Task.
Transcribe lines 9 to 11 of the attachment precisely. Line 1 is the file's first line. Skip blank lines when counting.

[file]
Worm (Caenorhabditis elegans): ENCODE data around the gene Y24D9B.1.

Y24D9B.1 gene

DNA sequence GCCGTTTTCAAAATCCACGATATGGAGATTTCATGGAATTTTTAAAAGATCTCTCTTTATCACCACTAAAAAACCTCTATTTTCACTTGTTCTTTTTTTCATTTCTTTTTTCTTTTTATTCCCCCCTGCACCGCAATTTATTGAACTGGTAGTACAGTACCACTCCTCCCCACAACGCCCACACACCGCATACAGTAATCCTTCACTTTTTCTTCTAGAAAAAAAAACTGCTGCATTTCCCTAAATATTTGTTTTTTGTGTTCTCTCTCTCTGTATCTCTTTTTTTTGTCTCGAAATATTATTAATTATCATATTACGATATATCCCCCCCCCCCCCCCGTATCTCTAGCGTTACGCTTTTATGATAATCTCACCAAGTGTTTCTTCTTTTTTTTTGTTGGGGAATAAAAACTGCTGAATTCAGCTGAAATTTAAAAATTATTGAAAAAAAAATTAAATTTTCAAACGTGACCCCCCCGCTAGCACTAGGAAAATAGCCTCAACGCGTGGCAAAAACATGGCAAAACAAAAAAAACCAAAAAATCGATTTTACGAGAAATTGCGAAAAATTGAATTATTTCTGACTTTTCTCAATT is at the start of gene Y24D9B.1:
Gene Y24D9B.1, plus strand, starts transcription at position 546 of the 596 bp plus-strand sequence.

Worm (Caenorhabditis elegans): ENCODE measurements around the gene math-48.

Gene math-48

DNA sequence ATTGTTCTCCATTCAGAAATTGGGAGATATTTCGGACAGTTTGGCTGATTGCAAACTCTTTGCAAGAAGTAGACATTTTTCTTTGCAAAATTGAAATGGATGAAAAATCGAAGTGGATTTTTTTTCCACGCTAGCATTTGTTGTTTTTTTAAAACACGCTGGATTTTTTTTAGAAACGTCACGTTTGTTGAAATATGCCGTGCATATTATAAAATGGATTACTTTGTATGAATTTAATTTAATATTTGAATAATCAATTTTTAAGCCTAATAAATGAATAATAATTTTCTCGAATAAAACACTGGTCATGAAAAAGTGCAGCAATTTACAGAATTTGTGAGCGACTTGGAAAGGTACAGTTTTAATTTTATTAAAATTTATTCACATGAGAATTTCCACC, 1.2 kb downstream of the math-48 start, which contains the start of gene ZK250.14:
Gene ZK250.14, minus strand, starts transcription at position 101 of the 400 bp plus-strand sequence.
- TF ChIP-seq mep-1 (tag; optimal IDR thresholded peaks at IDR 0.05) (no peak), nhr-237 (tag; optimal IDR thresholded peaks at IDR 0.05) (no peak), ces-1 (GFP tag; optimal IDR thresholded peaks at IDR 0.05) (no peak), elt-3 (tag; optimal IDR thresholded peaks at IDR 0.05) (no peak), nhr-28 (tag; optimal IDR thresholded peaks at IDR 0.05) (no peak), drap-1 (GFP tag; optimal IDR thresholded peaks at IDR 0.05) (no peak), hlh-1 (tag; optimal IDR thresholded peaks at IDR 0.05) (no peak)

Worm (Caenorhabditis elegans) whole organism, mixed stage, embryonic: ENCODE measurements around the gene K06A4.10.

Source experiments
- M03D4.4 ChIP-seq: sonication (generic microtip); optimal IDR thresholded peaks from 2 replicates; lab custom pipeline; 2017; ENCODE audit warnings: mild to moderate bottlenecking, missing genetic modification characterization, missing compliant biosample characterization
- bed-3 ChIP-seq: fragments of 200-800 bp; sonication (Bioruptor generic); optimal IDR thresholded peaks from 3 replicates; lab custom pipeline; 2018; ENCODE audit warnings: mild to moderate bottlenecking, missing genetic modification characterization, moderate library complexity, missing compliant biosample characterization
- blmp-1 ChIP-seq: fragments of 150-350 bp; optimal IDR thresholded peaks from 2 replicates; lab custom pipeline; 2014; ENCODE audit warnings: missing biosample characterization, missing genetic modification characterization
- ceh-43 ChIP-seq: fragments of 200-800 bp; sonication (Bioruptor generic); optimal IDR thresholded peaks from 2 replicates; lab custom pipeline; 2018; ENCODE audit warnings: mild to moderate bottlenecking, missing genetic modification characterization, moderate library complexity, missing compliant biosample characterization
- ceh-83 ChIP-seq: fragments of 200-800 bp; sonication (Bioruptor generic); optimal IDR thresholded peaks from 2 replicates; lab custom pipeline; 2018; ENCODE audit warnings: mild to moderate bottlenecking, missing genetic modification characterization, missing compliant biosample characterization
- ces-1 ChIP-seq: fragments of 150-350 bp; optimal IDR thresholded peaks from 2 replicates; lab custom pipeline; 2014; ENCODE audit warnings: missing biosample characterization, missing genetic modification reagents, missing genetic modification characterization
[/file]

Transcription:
- TF ChIP-seq mep-1 (tag; optimal IDR thresholded peaks at IDR 0.05) (no peak), nhr-237 (tag; optimal IDR thresholded peaks at IDR 0.05) (no peak), ces-1 (GFP tag; optimal IDR thresholded peaks at IDR 0.05) (no peak), elt-3 (tag; optimal IDR thresholded peaks at IDR 0.05) (no peak), nhr-28 (tag; optimal IDR thresholded peaks at IDR 0.05) (no peak), drap-1 (GFP tag; optimal IDR thresholded peaks at IDR 0.05) (no peak), hlh-1 (tag; optimal IDR thresholded peaks at IDR 0.05) (no peak)

Worm (Caenorhabditis elegans) whole organism, mixed stage, embryonic: ENCODE measurements around the gene K06A4.10.

Source experiments